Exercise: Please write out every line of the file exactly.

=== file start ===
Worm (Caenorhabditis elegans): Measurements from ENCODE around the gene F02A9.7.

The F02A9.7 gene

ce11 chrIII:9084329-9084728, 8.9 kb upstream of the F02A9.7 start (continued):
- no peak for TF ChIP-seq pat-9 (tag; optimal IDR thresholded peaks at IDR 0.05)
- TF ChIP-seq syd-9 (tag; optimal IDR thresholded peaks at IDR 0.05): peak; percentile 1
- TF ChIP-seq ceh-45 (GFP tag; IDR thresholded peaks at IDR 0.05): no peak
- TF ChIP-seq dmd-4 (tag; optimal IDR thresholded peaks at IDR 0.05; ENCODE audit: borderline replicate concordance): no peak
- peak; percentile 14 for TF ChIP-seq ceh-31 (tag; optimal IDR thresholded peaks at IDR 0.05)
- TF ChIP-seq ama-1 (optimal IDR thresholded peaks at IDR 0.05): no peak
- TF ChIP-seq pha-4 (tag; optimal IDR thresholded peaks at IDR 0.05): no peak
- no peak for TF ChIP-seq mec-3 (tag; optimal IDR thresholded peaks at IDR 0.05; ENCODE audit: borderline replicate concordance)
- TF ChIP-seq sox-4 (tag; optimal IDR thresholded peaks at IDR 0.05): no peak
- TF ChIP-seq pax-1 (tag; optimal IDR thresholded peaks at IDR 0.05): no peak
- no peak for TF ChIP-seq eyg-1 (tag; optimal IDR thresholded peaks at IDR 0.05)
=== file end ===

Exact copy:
Worm (Caenorhabditis elegans): Measurements from ENCODE around the gene F02A9.7.

The F02A9.7 gene

ce11 chrIII:9084329-9084728, 8.9 kb upstream of the F02A9.7 start (continued):
- no peak for TF ChIP-seq pat-9 (tag; optimal IDR thresholded peaks at IDR 0.05)
- TF ChIP-seq syd-9 (tag; optimal IDR thresholded peaks at IDR 0.05): peak; percentile 1
- TF ChIP-seq ceh-45 (GFP tag; IDR thresholded peaks at IDR 0.05): no peak
- TF ChIP-seq dmd-4 (tag; optimal IDR thresholded peaks at IDR 0.05; ENCODE audit: borderline replicate concordance): no peak
- peak; percentile 14 for TF ChIP-seq ceh-31 (tag; optimal IDR thresholded peaks at IDR 0.05)
- TF ChIP-seq ama-1 (optimal IDR thresholded peaks at IDR 0.05): no peak
- TF ChIP-seq pha-4 (tag; optimal IDR thresholded peaks at IDR 0.05): no peak
- no peak for TF ChIP-seq mec-3 (tag; optimal IDR thresholded peaks at IDR 0.05; ENCODE audit: borderline replicate concordance)
- TF ChIP-seq sox-4 (tag; optimal IDR thresholded peaks at IDR 0.05): no peak
- TF ChIP-seq pax-1 (tag; optimal IDR thresholded peaks at IDR 0.05): no peak
- no peak for TF ChIP-seq eyg-1 (tag; optimal IDR thresholded peaks at IDR 0.05)